Monday, September 29, 2014

Maker's Mark Cask Strength

The last few years have been a bit tumultuous for Maker's Mark.  In 2010, they released their first new product in many years, Maker's 46.  Then, in 2013 they famously announced that they would lower the bourbon's proof from 45% to 42% abv, then reversed course after a public outcry.  Earlier this year, Maker's parent company, Beam Global, was purchased by Suntory.  Now, Maker's seems to be going in a different direction and has announced the release of a 113 proof cask strength expression, though for now, it's only available at their gift shop and only in 375 ml bottles.

Maker's Mark Cask Strength, Batch 14-01, 56.6% abv ($40 for 375 ml)

The nose is much less sweet than the regular Maker's, with more wood notes. The palate starts sweet but with plenty of wood balance.  It grows in complexity as it goes down, showing some strong oak notes, wood spice, light medicinal notes and even some old red wine type tannins. The finish is sweet on the nose but oaky on the palate.  This is a wonderfully balanced bourbon with a lot of complexity.  It's hard to believe it's Maker's Mark.

This is something they should have done long ago.  Hopefully, they will release it in larger quantity because it's far better than anything I've had from Maker's.  UPDATE:  Apparently this will be in general release soon.

Having tried the newest Maker's, I'll try some classic Maker's later this week.

Many thanks to Kevin A. for the photo and sample.

Wednesday, September 24, 2014

Bourbon Legends: Doug Dog Philips Part 2

This is the continuation of Monday's piece on Doug Dog Philips.

A lot has changed since Doug bottled the original green and black ink ryes in 2006.  For one, Doug left California.  Seven years ago, Doug decided he wanted to be closer to where they make the whiskey; he considered moving to Scotland but settled on Kentucky.  Now he lives not far from the Maker's Mark distillery in Loretto where he generously hosts friends on his porch.  He continues working as a glass worker, including doing some work on distilleries throughout Kentucky.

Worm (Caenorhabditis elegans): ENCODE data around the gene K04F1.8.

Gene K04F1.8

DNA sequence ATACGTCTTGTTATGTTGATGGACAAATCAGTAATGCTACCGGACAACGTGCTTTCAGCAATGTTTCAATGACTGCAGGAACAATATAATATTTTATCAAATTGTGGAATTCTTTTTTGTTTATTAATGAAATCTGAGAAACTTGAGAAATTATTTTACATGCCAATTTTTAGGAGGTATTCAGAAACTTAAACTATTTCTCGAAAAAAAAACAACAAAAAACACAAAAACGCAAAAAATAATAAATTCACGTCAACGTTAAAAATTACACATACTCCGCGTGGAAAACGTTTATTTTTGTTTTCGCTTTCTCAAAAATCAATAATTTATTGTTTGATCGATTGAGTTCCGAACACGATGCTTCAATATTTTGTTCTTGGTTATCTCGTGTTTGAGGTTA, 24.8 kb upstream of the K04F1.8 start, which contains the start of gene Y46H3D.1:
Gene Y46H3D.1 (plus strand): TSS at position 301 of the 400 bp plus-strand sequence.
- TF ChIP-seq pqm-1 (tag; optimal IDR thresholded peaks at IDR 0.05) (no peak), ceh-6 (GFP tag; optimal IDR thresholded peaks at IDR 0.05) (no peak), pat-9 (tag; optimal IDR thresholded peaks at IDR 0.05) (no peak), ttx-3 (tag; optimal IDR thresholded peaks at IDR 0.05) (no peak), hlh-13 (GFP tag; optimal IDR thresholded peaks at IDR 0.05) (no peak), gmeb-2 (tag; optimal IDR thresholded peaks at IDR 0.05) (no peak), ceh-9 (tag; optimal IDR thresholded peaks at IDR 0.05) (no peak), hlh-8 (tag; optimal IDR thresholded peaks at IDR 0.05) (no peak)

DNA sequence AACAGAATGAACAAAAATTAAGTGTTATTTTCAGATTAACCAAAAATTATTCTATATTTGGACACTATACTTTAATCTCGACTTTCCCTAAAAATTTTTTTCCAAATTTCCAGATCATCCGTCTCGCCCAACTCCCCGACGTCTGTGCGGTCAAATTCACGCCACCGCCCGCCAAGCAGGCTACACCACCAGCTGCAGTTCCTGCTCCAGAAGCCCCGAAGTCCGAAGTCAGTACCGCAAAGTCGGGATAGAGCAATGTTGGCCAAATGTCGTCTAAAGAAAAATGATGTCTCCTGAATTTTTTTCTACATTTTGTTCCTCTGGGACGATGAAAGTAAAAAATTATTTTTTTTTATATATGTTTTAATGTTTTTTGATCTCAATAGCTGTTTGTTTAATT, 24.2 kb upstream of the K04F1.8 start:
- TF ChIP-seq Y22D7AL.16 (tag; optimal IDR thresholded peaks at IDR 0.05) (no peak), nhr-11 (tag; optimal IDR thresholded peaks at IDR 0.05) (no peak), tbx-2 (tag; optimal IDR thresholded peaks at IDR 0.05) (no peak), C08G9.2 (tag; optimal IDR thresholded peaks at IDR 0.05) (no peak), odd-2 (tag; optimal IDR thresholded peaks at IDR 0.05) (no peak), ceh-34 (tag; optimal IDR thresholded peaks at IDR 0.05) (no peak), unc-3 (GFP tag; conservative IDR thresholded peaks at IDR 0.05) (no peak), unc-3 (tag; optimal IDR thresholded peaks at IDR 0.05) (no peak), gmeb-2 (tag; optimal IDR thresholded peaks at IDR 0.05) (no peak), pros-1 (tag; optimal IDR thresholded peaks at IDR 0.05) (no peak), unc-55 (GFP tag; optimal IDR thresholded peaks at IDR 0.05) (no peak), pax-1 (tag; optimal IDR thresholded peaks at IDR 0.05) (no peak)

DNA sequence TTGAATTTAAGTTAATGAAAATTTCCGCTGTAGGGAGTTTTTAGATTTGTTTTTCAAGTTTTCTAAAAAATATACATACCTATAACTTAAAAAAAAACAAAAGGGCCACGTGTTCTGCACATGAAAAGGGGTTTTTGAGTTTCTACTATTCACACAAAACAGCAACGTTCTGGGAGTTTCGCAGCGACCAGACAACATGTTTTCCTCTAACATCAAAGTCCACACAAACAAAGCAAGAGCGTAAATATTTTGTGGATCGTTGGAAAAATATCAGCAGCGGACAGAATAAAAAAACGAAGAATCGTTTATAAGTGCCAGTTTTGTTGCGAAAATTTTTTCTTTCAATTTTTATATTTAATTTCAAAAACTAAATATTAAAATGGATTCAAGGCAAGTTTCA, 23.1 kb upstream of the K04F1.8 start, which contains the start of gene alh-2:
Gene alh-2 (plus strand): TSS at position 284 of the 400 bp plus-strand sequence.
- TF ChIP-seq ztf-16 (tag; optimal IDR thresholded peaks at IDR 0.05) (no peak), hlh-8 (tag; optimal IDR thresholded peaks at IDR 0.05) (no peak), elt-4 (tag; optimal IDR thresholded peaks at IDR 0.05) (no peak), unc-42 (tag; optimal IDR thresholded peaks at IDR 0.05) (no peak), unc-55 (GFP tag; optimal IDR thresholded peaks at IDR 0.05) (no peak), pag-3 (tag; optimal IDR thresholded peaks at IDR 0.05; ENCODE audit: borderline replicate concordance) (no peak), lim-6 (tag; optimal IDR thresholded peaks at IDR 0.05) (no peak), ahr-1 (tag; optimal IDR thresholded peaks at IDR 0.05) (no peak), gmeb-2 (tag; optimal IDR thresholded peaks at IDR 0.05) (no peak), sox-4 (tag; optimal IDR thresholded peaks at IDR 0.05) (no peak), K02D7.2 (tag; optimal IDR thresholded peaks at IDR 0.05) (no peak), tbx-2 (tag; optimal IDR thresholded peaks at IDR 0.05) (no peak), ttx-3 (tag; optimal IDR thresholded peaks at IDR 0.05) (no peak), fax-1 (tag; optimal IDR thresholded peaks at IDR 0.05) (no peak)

But the whiskey world has changed too.  Willett, which had been Doug's source for all of his barrels, discontinued its private barrel program. After being impressed with the barrel of Smooth Ambler Old Scout bottled for Kenwood Liquors, Doug contacted them about doing a private barrel for him.

Old Scout is Smooth Ambler's brand for its sourced whiskey from MGP in Indiana. Doug liked the idea of trying some Indiana bourbon which he finds to be a different animal than Kentucky bourbon, lighter and more refreshing with finesse and complexity but still with those dark, brooding qualities that he favors.

Doug picked an eight year old from Smooth Ambler that he felt had that same room-filling aroma that has characterized his favorite picks.  He liked this one because it had a comfortable entry but then grew warmer and into a very long finish.  In that way, he admits, it's a bit out of balance, but he likes a whiskey that improves as you go.  Instead of 10 points each for the nose, palate and finish, he prefers a progression of 8 points on the nose, 9 on the palate and 10 on the finish.  He also likes a whiskey that starts sweet and finishes dry because it keeps you going back to renew that sweetness on the next sip.